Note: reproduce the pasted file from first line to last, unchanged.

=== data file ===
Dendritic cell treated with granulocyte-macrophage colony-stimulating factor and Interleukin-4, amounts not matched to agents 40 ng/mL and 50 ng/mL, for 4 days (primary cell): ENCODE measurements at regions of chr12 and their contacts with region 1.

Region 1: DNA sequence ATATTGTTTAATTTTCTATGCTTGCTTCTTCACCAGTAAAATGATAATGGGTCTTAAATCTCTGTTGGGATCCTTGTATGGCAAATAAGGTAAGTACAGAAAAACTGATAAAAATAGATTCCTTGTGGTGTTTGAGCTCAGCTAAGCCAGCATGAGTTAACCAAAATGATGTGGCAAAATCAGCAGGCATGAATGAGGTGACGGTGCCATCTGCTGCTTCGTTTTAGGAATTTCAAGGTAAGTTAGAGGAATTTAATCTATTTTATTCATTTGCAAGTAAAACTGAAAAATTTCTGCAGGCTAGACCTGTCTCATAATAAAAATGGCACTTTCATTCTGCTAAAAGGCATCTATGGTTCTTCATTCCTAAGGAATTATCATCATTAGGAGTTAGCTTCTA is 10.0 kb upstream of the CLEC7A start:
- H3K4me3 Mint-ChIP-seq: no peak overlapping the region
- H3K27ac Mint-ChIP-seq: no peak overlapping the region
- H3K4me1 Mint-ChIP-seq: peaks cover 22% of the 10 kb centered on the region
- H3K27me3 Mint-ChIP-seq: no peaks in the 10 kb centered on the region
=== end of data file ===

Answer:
Dendritic cell treated with granulocyte-macrophage colony-stimulating factor and Interleukin-4, amounts not matched to agents 40 ng/mL and 50 ng/mL, for 4 days (primary cell): ENCODE measurements at regions of chr12 and their contacts with region 1.

Region 1: DNA sequence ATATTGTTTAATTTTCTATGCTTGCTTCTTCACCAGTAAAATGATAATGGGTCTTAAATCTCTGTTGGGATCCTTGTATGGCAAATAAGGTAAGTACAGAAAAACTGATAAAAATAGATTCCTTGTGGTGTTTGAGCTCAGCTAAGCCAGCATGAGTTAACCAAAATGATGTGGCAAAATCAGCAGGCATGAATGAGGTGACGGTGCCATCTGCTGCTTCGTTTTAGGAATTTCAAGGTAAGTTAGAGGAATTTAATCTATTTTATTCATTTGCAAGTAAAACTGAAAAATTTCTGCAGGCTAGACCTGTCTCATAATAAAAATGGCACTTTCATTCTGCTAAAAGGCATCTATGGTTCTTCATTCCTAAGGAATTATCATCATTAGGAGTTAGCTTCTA is 10.0 kb upstream of the CLEC7A start:
- H3K4me3 Mint-ChIP-seq: no peak overlapping the region
- H3K27ac Mint-ChIP-seq: no peak overlapping the region
- H3K4me1 Mint-ChIP-seq: peaks cover 22% of the 10 kb centered on the region
- H3K27me3 Mint-ChIP-seq: no peaks in the 10 kb centered on the region